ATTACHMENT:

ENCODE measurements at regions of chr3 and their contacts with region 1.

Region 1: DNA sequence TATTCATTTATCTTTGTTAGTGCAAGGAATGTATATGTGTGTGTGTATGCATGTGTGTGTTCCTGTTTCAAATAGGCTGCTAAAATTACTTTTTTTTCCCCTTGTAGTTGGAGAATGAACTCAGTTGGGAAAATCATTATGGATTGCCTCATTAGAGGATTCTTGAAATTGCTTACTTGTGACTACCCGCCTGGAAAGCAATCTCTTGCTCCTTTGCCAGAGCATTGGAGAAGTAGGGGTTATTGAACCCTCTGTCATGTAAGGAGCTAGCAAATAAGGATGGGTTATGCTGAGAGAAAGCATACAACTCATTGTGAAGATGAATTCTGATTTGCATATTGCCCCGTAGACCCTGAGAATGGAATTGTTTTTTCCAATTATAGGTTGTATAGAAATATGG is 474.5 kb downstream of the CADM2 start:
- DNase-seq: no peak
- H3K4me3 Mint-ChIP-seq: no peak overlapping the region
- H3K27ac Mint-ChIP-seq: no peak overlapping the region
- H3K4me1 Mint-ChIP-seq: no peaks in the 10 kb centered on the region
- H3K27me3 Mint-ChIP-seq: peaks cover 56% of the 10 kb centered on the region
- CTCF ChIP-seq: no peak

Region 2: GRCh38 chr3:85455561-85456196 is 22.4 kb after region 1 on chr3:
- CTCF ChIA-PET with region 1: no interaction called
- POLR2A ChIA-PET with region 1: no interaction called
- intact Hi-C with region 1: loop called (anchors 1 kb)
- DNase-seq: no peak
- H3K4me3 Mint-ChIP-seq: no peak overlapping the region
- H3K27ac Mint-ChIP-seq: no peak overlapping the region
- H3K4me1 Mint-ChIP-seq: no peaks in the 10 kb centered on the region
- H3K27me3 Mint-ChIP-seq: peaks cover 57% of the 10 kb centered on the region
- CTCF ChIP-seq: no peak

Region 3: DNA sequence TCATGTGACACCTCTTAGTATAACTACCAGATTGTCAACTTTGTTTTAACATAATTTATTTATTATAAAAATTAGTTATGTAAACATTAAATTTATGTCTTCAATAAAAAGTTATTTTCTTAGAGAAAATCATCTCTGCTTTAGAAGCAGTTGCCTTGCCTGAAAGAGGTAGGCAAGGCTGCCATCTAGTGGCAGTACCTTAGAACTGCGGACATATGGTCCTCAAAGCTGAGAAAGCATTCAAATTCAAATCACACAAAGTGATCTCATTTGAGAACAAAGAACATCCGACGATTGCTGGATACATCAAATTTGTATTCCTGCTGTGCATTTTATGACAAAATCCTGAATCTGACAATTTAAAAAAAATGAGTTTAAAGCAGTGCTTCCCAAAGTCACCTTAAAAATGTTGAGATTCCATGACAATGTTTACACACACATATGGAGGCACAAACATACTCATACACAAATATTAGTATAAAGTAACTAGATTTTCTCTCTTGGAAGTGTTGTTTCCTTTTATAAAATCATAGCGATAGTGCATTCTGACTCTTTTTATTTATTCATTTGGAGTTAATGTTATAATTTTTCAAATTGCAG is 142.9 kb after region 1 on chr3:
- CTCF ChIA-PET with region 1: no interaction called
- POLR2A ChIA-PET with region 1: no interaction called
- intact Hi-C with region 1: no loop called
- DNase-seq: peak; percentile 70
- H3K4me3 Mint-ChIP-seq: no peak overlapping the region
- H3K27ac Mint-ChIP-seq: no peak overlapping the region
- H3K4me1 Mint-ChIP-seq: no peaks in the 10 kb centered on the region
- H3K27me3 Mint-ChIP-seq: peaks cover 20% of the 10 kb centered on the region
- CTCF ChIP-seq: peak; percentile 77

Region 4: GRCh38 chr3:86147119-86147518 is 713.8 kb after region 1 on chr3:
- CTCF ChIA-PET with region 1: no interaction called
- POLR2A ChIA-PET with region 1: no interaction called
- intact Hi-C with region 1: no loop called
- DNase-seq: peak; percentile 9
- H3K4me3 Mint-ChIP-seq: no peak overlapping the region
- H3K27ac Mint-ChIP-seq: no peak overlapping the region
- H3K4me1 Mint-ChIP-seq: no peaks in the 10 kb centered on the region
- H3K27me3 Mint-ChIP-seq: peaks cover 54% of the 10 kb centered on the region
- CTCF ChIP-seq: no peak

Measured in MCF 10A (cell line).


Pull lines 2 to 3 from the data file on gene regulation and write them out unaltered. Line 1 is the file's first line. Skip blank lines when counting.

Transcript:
Region 1: DNA sequence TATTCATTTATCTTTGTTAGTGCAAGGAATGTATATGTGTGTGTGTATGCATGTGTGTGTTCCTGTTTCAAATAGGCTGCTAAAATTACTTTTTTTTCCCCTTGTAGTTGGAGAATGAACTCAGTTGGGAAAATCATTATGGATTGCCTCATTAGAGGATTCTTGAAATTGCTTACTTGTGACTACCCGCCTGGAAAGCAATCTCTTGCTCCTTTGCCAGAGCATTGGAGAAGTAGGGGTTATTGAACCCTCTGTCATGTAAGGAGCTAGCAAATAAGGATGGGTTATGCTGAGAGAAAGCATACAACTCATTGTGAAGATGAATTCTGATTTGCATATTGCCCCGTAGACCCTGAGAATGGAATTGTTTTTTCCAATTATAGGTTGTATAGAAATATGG is 474.5 kb downstream of the CADM2 start:
- DNase-seq: no peak